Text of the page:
It is desirable that flow of air through the cylinder be so regulated that the initial inrush of air through the inlet ports will substantially clear the cylinder of exhaust gases remaining after an explosion. To this end it is desirable to eliminate insofar as possible, eddy pockets or low pressure spaces which tend to trap the residual gases. Where the air is introduced through radially disposed ports there is" a tendency to create eddy pockets or low pressure spaces adjacent the portion of the cylinder wall to the inner side of the ports and also adjacent the face of the piston.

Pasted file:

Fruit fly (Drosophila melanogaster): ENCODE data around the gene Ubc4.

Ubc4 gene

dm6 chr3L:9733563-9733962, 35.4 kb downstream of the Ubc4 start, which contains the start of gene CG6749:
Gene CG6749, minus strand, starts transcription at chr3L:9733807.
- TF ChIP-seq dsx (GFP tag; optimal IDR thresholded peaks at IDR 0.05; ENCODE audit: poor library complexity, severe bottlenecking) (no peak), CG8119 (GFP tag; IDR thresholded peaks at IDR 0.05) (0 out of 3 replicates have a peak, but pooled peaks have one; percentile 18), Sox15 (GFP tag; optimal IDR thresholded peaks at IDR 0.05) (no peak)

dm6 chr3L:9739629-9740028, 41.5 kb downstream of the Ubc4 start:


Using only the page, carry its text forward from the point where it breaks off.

The extent of the low pressure space adjacent the inner sides of the ports is greatly reduced by providing the ports with faces at the inner sides thereof which are rounded to a streamline form with the radius of curvature gradually increasing toward the interior of the cylinder wall. In order to substantially completely eliminate the eddy pocket or low pressure area along the Wall of the cylinder a vane or airfoil Il may be mounted in some or all of the ports. edge of the airfpil II is blunt and the airfoil tapers toward its inner edge, the side of the airfoil away from the convex face I0 being also convex and the side toward the convex face It] being preferably slightly concave. The airfoil II is spaced from the rounded face It) to provide a slot and the pressure modifying surfaces serve to deflect a substantial portion of the air stream in a substantially axial direction along the inner face of the cylinder wall, the airfoil ll may be 'secured in place by-means of a bracket consisting of a plate I2 secured by screws l3 to the cylinder wall along the inner edges of the opening and a pair of spaced arms l4 integral with the plate l2 and riveted and brazed or welded to the airfoil.